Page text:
*** 

I open my eyes under the pool water, the chlorine stinging at the corners. I try to stay calm. I’ve been here before, but I thrash a bit, unable to control my limbs. Remembering what I’d seen the other campers do, I make like a frog. Kicking my legs out and bending at the knee. With my arms, I push the water down, down, down hoping the momentum will keep my head above water. It does.  

I take a deep breath and dive my head under. I move like I’d seen swimmers do in the movies, pushing my arms in front of me and then back to my hips, kicking my legs up and down. I felt the air on my heels as I kicked, though I was sure all of me was supposed to be under water. My chest burned as I tried to hold the air in. Finally, there it was, the side of the pool. I grasp it like a life line and pull myself up. 

My brother’s there, whooping and hollering, excited he taught me to swim, I’m sure. “You did it,” he yelled. I’m angry. How had he forgotten? How could he forget?I’d never forgotten, I think. I will never, ever, ever forget the lake

 *** 

I sat, bent at the waist, with my chest touching my knees. Taking in small breaths so as not to bend further, I pray to the sun, ‘Bring back the warmth’. My teeth chatter so hard I think I might grind them to dust. My feet are starting to go numb, if this is numbness, as the circulation is being drawn from my legs. Sharp knife like stabs run up and down my legs and I wish I could rub them away. My fingers twitch but I’m afraid They’ll see me. 

After reaching in and effortlessly yanking me from the water, the man had thrown open the plastic seat. He’d revealed the small storage space beneath it and gestured to me. “Sit. Now.” He growled the words out, barely contained wrath seething just beneath the surface. Small for my age, at six, I was able to fold myself down. My heels brushed the bottom of the boat, the seat of the plastic chair drug into the back of my head. The metal top of the storage box dug grooves into my lower back, causing bruises that will one day save me, us. He’d thrown something on top of the seat. I can’t see what it is but it’s heavy, with every rock of the boat, as we sped toward the dock, the seat digs deeper and deeper into my back.  

Later, no one fetches me from the boat. The ride back to Their home is spent alone, in the wild of the wind, at the mercy of the highway. I wonder if other cars can see me. If they would save me or if they would point with stubby fingers and laugh at the poor little black girl with no hair and a funny accent. If they would say ‘ha-ha, ha-ha, no-body wants-you’ in the singsong voice I often heard on the playground once kids found out I was a foster kid. If they would turn their head away and so as not to see me, just like my brother did.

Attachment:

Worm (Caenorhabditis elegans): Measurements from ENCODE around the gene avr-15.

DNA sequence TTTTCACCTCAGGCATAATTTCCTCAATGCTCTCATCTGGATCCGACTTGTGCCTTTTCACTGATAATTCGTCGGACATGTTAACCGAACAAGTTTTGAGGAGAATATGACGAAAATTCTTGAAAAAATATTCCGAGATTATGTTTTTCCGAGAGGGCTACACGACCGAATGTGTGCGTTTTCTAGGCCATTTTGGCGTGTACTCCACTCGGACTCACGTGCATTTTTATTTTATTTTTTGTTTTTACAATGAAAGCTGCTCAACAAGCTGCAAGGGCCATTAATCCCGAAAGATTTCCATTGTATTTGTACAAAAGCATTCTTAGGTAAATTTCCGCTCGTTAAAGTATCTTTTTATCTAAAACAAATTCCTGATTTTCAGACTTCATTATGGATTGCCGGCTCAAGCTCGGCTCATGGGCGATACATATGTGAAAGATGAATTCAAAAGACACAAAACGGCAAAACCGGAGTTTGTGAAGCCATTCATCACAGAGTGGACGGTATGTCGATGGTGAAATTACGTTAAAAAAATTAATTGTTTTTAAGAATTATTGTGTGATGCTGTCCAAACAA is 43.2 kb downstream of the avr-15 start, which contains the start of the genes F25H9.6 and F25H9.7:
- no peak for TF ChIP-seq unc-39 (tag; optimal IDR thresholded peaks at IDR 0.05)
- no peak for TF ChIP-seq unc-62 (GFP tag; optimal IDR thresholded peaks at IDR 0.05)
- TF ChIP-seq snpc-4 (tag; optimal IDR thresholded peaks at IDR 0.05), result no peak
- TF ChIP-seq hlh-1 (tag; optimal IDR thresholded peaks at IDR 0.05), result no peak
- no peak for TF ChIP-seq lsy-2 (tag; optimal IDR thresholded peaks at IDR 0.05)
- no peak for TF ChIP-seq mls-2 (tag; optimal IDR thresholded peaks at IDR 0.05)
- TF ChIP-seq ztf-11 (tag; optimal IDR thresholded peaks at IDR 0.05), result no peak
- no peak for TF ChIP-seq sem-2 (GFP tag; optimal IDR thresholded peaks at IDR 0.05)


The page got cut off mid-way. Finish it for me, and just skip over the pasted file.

Even once we reached Their house, a small off-white building with red borders, no one came to get me. They get out of the truck and escape without me. I had possibly gone to sleep, or maybe I passed out, because it didn’t feel like I’d been in the boat that long. My legs did though. The sharp pricks had come and gone. From the knee down they hung like logs and I couldn’t feel my toes. I tried wiggling them but it was like trudging through mud. I couldn’t tell if they were actually doing anything.

 My brother comes to get me. I hear him clambering into the boat with his bony limbs. He lifts the seat from the clutches of my back, and I look up at him. He had put his shirt back on, it hung just two inches below his belly button and I wanted to laugh. I didn’t know much but I knew that his skin wasn’t supposed to show. He was a boy. Boys didn’t wear cropped tops, their shirts hung like sheets almost to their knees. I stifle the laughter, seeing the way his eyebrows were drawn up and together. His mouth was tight. I’ve seen that face before.

 “I didn’t mean to hurt you,” I say, or whisper, and he nods. Then he sighs. Now, I can’t tell if it’s pity there, or anger, or frustration. I take in a full breath for the first time in what felt like days and flinch. It hurts to breathe, hurts to move, hurts to think. The marks on my legs hurt, I can’t see them, but I feel them burn as I unfold myself. As I put my feet down on the boat and then my little girl weight down on my feet I hiss. My toes won’t move and, as I shuffle across the boat’s floor, I roll my feet from out to in, careful not to add pressure. 

“I’m sorry,” I say as my eyes tear up due to the pain. We carefully climb down from the boat. He nods again but doesn’t turn back to look at me. He leads the way to the house, and I trail behind him on fawn’s legs. 

The door is there before us, the hinges rusted and crooked, the dilapidated wood covered in a chipped bright red paint. I think of the blood from my brother’s back, the blood I’d seen on his fingertips, the blood on my fishing pole’s fleshy prize. It’s an ode to pain, mine, his and Theirs. I wonder if I’ve received my full punishment or if the other side of the door holds more pain. I wonder if the bruises will ever heal or if I will have a permanent mark. I wonder if Rosa, our caseworker, will come to save us this time. If she would come in time. I look at the back of my brother’s head as he slows his gait but stays before me. I wonder if this is when he starts hating me, because I know he will, just like everyone else.